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Blockchain impact yet to be realised – QS Reimagine

The full capabilities of blockchain and its eventual impact on education have yet to be realised and universities should prepare for further disruption, speakers warned delegates at the QS Reimagine Education conference in London.

Blockchain is coming and will have a massive impact on education, according to experts. Photo: PexelsBlockchain is coming and will have a massive impact on education, according to experts. Photo: Pexels

“Anyone engaged in identity theft, nation state actors will be very keen on hacking these“

According to speakers, the fast and ongoing creation of blockchain-backed applications by numerous developers means what the technology will be able to achieve continues to scale and evolve.

“We don’t want to come in competing with others, we are looking at partnerships”

“We don’t know what the blockchain actually can do today, or our understanding is so limited that it goes back to the early 1990s when you spoke to people about the internet,” said Ken Seiff, managing partner of Blockchange Ventures.

“What they understood about the internet was very simple… nobody really talked about social networks back then, nobody really talked about on-demand transportation, or renting out your homes to strangers.”

One area of impact by technology, however, will likely be testing and assessment, according to co-founder and managing director of HolonIQ Maria Spies, which is a substantial opportunity for providers and third-party developers.

“The person who owns the test has a lot of power and traditional universities have owned the assessment and the credential,” she said.

“Who assesses skills and who trusts that assessment? Whoever owns that space is going to be powerful in the future.”

But while providers need to prepare for the future of blockchain, developers must also be cognisant that their technology may become a target for unscrupulous agents, Martin Hamilton, futurist of JISC.

“Anyone engaged in identity theft, nation-state actors will be very keen on hacking these to get access to information to generate fake identities for people,” he said.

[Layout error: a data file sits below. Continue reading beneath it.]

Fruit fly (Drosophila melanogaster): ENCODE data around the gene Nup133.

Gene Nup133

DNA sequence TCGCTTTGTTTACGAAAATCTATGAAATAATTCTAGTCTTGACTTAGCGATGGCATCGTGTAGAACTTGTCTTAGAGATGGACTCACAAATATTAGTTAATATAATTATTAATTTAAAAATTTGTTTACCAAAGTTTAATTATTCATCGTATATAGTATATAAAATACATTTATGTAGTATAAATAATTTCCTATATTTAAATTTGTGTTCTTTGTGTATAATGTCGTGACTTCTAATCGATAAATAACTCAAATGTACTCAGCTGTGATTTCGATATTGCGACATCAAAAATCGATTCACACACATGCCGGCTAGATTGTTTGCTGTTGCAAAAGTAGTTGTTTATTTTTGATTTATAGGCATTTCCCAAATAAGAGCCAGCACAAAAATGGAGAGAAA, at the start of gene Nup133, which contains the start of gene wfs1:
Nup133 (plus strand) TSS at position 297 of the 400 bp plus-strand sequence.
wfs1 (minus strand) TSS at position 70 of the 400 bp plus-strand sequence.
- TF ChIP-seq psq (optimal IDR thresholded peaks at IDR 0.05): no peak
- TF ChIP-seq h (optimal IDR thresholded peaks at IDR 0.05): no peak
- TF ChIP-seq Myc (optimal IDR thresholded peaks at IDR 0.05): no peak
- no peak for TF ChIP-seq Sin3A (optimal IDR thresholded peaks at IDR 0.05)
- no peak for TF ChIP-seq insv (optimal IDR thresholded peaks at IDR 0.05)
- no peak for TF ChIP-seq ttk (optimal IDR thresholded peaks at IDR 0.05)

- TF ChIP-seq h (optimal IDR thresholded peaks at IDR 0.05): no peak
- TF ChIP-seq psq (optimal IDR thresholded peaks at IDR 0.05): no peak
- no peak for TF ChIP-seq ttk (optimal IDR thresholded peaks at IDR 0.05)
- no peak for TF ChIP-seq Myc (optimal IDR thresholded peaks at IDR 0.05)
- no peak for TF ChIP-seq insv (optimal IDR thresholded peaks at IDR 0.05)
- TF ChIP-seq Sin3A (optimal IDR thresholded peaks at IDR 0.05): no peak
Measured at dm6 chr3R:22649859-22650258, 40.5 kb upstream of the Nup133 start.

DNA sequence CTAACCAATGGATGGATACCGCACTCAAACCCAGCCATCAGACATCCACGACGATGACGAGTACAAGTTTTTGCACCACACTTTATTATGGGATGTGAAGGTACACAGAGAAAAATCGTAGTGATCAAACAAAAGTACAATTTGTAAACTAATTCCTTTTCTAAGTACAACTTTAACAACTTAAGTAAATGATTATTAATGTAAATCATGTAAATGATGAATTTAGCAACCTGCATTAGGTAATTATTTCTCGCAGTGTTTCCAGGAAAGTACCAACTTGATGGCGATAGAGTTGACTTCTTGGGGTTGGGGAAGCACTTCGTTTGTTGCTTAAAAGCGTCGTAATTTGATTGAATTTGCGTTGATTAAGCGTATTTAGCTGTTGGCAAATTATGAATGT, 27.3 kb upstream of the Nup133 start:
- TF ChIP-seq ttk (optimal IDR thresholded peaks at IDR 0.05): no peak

“I would bet money in the next five years [on] a big data spill specifically around credentials databases, where there are loads and loads of credentials in one place. It probably is just a matter of time.”

When blockchain makes has its most significant impact on education could be sooner rather than later, however, according to Seiff.

“We will see an explosion of these cases, we will see it permeate education, we will see it permeate financial institutions, we will see it permeate our lives in much the same way the internet did,” he said.

“It’s going to be very big, I just can’t tell you how, or when, or why.”

At global consultancy PwC, Samar Singh, the company’s designate global blockchain driver, shared that PwC has a 500-strong team working on blockchain technology applications.

The vision for its Smart Credentials platform is to enable a fraud-proof repository for all of life’s qualifications and achievements – he shared that the first birth certificate was added to Smart Credentials platform from India.

“This is an ecosystem play,” he said. “We don’t want to come in competing with others, we are looking at partnerships.”

Singh said PwC had just formed a partnership with a leading university and issued 15,000 credentials “on the chain”. He added, “We know the importance of this being a team play.”

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